Beyond Blue

Beyond Blue


We Need to Talk: 6 Steps to Better Communication

posted by Beyond Blue

we-need-to-talk.gifIn a recent job interview, I was asked, “How would you get your client to see things your way?”

 

I said, “By seeing things his way first.”

The associate looked a little confused, so I continued.

“You aren’t going to get anywhere if you don’t listen first, right? You can’t make him come around to your plan, if you don’t understand the purpose and intention behind his plan.”

In their insightful book, “We Need to Talk: Steps to Better Communication,” Paul J. Donoghue, PhD and Mary E. Siegel, PhD discuss how a few tweaks in how we approach difficult conversations can save relationships. Whether it be confrontations between spouses, parents and children, work colleagues, or friends, knowing a few basic skills of expressing ourselves can lead to safer, closer bonds between everyone involved. I’ve excerpted the following steps from chapter fourteen, entitled “Communicating Effectively.”

Step one: stop to reflect. 

Per the authors: “You must be clear within yourself first if you want to have a chance of being transparent to others. Effective communication with others relies on successful communication with yourself.” This is an exercise in stepping back to come up with a plan before you open your mouth.


Step two: know your intentions. 

This is not as easy as it sounds. So often we speak not knowing what we truly want. We think our intention is one thing–for example, getting our parents to exercise–when, in reality, the deeper intention is to express our overriding concern about our parents’ health, and for them to know that their health decisions affect us.


Step three: start by saying “I.” 

I learned how to use “I” statements back in eighth grade, when my mom made my sisters and me attend groups for children of alcoholics. The great thing about “I” statements is that you can pretty much say anything you want to, because you’re keeping the focus on you, and you have the right to express your needs, perceptions, intentions, beliefs, and thoughts. By beginning your statements with “I,” you prevent unfair accusations.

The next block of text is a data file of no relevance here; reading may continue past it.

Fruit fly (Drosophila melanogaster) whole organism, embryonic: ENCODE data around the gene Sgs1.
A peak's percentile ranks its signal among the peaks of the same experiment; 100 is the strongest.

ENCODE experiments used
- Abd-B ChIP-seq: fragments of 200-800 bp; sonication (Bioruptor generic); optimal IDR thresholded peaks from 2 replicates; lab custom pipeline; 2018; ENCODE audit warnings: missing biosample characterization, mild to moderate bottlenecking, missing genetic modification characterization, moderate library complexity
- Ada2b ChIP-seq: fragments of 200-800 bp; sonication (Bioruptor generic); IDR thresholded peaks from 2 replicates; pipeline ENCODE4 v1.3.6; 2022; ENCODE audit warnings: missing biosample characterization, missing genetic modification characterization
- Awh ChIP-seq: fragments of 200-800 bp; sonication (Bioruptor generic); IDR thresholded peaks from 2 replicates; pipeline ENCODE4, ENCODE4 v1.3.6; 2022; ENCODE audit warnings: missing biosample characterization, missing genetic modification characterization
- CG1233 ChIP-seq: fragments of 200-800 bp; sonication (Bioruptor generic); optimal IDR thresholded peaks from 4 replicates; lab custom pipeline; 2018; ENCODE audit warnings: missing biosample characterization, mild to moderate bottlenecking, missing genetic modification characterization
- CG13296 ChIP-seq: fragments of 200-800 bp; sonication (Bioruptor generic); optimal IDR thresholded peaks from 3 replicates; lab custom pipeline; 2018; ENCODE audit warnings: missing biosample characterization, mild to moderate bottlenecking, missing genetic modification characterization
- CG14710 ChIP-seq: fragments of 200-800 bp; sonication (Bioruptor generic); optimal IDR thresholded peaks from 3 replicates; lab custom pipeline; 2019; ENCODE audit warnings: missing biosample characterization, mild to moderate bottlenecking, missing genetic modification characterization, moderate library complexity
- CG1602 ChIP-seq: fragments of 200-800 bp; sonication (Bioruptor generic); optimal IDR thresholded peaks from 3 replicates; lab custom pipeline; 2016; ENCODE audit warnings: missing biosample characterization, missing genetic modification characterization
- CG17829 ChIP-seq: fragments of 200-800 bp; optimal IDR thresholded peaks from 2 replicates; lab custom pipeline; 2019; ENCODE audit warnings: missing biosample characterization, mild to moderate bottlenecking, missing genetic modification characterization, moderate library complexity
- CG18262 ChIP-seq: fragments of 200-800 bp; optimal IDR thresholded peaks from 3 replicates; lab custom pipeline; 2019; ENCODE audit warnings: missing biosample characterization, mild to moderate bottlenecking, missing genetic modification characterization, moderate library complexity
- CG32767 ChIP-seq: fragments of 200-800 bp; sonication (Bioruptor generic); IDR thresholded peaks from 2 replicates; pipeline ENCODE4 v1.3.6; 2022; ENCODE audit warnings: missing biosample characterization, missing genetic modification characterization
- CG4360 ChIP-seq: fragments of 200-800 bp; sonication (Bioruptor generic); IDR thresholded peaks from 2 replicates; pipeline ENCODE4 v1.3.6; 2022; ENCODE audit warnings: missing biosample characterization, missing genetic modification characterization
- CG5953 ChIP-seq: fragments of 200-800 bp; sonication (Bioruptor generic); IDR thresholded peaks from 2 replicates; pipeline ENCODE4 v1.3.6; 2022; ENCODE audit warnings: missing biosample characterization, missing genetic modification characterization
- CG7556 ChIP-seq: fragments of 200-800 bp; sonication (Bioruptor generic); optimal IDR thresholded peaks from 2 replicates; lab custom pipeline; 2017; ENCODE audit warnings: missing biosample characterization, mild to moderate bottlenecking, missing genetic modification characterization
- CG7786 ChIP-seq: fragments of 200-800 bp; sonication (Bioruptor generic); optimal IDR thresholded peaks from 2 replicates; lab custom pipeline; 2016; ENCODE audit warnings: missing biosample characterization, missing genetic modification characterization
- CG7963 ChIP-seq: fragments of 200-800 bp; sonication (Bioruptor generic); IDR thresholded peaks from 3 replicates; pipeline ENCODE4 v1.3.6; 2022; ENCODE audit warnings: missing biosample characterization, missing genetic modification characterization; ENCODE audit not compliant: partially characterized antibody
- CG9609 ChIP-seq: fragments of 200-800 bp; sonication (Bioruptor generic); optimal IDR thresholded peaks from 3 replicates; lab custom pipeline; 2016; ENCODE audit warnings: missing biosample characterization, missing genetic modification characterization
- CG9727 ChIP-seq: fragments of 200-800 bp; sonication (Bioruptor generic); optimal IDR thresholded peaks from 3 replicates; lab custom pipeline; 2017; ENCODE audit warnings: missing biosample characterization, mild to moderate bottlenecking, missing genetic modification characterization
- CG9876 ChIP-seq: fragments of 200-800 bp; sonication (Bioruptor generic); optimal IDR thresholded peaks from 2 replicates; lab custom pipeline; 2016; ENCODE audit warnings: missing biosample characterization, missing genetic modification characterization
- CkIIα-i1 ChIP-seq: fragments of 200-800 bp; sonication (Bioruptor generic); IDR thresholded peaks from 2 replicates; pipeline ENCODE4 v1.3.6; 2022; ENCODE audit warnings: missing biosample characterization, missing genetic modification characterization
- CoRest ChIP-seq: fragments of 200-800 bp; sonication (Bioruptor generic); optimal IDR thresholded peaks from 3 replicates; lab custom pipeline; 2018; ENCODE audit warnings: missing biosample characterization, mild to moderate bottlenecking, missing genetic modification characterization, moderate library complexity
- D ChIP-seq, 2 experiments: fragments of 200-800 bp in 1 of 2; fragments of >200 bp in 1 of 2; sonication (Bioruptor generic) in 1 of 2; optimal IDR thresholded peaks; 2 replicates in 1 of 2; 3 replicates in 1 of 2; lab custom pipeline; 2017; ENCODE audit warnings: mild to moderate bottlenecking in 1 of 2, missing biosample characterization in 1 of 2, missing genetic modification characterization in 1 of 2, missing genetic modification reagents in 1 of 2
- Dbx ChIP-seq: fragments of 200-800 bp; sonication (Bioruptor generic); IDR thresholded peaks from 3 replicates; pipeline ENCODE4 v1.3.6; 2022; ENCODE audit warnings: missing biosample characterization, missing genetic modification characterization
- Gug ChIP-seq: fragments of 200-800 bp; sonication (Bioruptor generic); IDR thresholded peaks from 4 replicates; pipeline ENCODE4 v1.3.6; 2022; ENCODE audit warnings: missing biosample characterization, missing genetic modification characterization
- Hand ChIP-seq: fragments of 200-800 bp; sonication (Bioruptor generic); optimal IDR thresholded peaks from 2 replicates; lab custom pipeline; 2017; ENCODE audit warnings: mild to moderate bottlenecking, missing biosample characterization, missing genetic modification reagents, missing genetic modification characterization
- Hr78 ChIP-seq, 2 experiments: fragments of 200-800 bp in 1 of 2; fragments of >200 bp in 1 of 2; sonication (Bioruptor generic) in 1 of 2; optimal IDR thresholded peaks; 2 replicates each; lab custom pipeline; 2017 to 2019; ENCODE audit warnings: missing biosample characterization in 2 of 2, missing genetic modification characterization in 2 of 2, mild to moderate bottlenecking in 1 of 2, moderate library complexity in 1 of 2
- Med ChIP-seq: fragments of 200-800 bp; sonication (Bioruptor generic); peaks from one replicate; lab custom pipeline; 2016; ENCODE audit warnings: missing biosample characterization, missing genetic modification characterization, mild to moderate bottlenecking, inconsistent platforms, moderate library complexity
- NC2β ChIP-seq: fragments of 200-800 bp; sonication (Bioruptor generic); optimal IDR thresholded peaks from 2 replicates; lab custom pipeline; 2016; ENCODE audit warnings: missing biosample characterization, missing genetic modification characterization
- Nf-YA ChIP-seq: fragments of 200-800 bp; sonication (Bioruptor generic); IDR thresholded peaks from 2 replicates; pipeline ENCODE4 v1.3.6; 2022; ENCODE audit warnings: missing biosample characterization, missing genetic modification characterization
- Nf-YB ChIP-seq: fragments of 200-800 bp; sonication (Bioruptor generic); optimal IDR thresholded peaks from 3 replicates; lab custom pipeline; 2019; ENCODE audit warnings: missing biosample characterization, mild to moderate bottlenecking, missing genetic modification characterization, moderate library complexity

Step four: say what you are feeling. 

“I” statements aren’t effective if the pronoun isn’t followed by the word “feel” or something equivalent. This is easier for some more than others. If you are not accustomed to this way of talking, the authors suggest start with basic adjectives like “good” and “bad,” or spatial terms like “close” and “distant.” Like a foreign language, it may require some practice.


Step five: identify your perceptions. 

A perception is the reason for your feeling. If you were an attorney, you might call it Exhibit A. Because, in most cases, you need to provide some rationale or justification for your feeling. Donoghue and Siegel explain: “Your feelings are not governed by another’s behavior but by the way that you interpret that behavior. You have every right to your emotions and to your perceptions. But good communication requires that you accept that YOUR feelings are based on YOUR perceptions.”


Step six: expressing your perceptions. 

The final step often involves using the word “when,” so that you can direct your feelings and perceptions to a specific moment, which improves your chances of being heard and understood by the other person.

Image by toothpastefordinner.com.

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Jeanne

posted September 23, 2010 at 9:17 am


Dear Therese,